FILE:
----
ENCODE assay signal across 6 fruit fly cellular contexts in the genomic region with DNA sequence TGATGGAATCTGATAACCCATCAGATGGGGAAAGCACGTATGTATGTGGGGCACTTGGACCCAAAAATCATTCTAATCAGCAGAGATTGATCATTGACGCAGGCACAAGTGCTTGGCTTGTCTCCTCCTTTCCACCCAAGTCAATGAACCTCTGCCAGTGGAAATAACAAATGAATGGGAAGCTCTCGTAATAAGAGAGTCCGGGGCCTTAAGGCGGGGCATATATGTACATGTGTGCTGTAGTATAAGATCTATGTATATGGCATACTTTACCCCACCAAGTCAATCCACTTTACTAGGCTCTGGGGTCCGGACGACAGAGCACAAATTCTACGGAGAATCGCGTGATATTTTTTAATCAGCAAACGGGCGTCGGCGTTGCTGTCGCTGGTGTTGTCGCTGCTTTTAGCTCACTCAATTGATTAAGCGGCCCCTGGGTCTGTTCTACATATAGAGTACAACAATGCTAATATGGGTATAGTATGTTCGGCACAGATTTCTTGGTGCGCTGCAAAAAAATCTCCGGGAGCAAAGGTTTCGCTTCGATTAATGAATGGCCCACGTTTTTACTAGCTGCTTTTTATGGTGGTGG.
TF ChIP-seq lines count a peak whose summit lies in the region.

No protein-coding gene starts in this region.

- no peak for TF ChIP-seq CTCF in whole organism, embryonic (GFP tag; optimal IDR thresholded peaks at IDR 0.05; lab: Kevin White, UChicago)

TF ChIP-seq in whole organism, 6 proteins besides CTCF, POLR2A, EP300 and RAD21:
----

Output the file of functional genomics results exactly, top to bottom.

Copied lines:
ENCODE assay signal across 6 fruit fly cellular contexts in the genomic region with DNA sequence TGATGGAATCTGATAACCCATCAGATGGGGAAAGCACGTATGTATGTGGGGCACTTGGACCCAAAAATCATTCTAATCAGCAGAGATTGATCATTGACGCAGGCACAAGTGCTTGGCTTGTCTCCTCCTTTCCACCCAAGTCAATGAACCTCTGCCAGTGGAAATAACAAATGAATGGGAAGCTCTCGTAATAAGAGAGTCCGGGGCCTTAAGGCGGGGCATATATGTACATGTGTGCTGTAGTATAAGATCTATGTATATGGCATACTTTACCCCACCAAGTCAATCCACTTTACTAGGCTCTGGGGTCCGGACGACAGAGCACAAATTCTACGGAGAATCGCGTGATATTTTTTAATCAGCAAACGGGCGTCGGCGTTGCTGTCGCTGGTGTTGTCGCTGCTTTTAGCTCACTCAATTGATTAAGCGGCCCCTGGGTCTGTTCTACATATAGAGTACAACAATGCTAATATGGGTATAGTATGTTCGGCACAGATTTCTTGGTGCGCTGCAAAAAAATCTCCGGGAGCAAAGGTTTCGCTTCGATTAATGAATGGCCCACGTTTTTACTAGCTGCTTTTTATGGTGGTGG.
TF ChIP-seq lines count a peak whose summit lies in the region.

No protein-coding gene starts in this region.

- no peak for TF ChIP-seq CTCF in whole organism, embryonic (GFP tag; optimal IDR thresholded peaks at IDR 0.05; lab: Kevin White, UChicago)

TF ChIP-seq in whole organism, 6 proteins besides CTCF, POLR2A, EP300 and RAD21: